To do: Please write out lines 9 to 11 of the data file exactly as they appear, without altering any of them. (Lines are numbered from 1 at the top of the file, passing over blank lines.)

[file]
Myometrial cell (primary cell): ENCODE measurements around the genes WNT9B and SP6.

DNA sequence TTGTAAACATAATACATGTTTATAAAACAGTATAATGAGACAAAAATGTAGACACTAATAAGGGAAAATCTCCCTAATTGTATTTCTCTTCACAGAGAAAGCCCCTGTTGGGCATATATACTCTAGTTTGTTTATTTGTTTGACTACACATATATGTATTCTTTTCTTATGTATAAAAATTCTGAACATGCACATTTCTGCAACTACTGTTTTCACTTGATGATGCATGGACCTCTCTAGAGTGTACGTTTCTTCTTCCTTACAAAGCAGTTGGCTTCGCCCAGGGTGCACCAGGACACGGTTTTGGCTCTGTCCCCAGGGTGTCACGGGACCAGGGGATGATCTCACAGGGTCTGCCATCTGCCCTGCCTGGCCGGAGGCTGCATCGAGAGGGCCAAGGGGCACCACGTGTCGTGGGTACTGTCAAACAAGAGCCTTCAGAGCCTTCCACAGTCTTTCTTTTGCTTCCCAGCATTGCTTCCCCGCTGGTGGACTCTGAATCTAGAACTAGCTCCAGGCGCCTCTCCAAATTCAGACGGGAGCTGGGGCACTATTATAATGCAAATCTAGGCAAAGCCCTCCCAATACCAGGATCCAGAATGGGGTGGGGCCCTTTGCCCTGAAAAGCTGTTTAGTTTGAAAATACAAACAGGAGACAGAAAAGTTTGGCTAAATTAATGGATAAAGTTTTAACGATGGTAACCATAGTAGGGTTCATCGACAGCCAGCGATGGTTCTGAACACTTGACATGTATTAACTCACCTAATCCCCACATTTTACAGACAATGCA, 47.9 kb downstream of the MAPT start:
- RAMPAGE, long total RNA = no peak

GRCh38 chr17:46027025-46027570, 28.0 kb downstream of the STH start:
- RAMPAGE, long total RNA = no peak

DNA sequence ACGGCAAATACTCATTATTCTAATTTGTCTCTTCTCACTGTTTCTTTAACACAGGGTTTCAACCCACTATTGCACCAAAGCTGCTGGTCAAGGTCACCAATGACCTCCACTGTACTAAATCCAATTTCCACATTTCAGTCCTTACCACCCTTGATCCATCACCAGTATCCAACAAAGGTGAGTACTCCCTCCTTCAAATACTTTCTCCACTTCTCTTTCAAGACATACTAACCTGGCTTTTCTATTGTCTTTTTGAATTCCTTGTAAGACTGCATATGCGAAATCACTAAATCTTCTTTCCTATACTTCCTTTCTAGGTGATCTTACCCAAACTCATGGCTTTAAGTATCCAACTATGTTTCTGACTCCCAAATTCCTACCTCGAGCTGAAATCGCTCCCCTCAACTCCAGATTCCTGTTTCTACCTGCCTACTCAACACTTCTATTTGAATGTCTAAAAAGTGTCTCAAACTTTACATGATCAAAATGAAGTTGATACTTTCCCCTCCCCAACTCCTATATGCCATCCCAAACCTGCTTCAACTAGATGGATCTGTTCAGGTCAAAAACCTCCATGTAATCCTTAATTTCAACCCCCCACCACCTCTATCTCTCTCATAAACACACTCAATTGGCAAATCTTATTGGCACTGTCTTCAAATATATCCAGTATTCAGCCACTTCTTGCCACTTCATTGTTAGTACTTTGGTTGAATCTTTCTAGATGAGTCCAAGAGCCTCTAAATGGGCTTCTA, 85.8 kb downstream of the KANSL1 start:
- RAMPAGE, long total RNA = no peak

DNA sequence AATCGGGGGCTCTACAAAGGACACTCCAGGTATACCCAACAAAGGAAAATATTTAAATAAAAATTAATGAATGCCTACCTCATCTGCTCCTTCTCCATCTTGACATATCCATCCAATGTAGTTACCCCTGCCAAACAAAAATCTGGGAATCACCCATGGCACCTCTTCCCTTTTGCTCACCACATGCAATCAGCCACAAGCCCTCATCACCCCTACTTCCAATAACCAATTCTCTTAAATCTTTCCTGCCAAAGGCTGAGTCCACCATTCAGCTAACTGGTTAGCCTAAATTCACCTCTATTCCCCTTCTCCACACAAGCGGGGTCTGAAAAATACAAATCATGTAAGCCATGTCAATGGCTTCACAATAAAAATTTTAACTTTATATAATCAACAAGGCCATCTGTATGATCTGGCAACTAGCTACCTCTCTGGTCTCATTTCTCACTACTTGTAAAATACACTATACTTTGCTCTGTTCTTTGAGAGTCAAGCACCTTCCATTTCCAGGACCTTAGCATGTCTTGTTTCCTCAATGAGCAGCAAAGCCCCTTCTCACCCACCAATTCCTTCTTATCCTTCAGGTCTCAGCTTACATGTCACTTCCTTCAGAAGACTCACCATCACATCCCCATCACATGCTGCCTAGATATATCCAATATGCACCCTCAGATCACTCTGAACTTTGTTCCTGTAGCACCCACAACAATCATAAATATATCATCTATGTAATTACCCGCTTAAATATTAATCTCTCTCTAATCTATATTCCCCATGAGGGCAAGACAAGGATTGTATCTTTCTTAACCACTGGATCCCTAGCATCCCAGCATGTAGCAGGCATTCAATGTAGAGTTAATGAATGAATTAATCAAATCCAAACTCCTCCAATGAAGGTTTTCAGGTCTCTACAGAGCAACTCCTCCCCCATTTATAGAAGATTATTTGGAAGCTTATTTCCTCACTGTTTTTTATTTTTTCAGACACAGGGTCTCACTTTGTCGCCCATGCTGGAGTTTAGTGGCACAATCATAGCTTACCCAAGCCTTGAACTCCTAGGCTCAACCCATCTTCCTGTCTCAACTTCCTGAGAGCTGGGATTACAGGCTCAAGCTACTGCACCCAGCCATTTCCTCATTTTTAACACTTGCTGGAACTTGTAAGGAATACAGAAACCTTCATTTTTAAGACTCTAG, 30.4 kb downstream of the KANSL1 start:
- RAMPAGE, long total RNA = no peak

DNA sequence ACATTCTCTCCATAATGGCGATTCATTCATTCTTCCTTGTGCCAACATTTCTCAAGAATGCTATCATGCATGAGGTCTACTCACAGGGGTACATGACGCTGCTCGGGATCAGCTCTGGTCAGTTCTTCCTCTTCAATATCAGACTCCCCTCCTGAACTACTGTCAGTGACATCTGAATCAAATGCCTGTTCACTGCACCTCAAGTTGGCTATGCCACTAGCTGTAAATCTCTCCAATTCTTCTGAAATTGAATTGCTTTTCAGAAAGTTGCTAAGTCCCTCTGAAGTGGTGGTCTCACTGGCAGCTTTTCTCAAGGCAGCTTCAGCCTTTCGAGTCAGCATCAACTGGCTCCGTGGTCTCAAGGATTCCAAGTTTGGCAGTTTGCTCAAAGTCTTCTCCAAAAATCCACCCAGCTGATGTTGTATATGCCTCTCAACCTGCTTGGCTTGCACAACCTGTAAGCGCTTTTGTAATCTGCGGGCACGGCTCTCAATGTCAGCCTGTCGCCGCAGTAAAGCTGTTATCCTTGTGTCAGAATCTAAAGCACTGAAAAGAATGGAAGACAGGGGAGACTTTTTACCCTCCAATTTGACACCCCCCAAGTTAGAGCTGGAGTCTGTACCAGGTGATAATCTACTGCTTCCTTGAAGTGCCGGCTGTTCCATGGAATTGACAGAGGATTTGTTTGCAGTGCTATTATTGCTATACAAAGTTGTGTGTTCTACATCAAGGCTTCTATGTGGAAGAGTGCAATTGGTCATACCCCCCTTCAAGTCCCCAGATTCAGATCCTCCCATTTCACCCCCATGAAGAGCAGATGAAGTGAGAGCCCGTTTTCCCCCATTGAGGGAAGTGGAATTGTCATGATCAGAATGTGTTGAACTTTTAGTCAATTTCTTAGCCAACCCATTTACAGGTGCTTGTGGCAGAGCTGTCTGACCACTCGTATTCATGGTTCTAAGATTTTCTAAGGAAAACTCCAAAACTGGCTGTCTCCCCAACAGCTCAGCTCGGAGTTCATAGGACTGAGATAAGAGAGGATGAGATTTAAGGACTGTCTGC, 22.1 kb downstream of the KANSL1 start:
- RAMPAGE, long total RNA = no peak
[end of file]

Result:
- RAMPAGE, long total RNA = no peak

DNA sequence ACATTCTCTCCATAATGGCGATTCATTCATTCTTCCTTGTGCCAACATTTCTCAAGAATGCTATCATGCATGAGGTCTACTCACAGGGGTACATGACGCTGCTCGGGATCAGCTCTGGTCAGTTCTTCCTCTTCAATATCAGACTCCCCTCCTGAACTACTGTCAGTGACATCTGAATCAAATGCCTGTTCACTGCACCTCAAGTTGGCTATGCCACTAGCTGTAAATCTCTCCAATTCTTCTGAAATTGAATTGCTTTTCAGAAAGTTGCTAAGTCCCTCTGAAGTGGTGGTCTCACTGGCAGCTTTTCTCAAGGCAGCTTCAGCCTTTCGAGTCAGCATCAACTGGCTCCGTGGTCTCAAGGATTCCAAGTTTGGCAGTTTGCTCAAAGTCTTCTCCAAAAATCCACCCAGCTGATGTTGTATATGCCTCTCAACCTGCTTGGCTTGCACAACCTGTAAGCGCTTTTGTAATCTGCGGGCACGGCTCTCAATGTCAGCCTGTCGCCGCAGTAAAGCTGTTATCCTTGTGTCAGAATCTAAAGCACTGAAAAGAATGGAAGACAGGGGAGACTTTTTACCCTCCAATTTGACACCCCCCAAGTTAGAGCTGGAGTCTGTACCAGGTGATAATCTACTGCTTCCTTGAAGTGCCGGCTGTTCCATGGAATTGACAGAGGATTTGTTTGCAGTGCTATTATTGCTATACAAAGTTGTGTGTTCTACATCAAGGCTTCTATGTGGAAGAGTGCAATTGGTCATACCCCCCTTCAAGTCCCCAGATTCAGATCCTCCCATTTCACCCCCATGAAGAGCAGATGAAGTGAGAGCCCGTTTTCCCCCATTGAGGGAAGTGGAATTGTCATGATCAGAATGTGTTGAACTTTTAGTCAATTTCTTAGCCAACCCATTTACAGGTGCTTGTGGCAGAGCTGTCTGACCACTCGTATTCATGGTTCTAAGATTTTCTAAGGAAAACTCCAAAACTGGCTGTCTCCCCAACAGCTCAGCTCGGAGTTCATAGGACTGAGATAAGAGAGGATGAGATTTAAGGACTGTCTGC, 22.1 kb downstream of the KANSL1 start:
- RAMPAGE, long total RNA = no peak